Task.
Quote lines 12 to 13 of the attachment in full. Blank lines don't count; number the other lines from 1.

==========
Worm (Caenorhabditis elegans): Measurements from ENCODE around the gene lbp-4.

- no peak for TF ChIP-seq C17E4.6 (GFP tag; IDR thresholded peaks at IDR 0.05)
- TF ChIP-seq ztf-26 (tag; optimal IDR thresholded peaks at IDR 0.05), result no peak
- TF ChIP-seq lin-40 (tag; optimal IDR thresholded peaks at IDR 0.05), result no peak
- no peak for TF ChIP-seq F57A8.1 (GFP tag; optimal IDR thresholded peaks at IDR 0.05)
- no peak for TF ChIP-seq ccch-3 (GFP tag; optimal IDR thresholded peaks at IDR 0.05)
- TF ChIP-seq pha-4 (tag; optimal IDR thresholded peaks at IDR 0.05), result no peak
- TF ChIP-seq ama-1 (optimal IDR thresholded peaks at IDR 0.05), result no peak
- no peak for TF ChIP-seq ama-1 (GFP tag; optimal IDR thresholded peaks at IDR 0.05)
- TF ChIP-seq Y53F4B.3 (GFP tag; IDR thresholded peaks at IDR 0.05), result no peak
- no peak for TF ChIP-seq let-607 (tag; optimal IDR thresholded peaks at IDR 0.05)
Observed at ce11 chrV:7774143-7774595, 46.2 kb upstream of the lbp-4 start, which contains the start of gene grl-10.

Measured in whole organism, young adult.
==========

Observed at ce11 chrV:7774143-7774595, 46.2 kb upstream of the lbp-4 start, which contains the start of gene grl-10.

Measured in whole organism, young adult.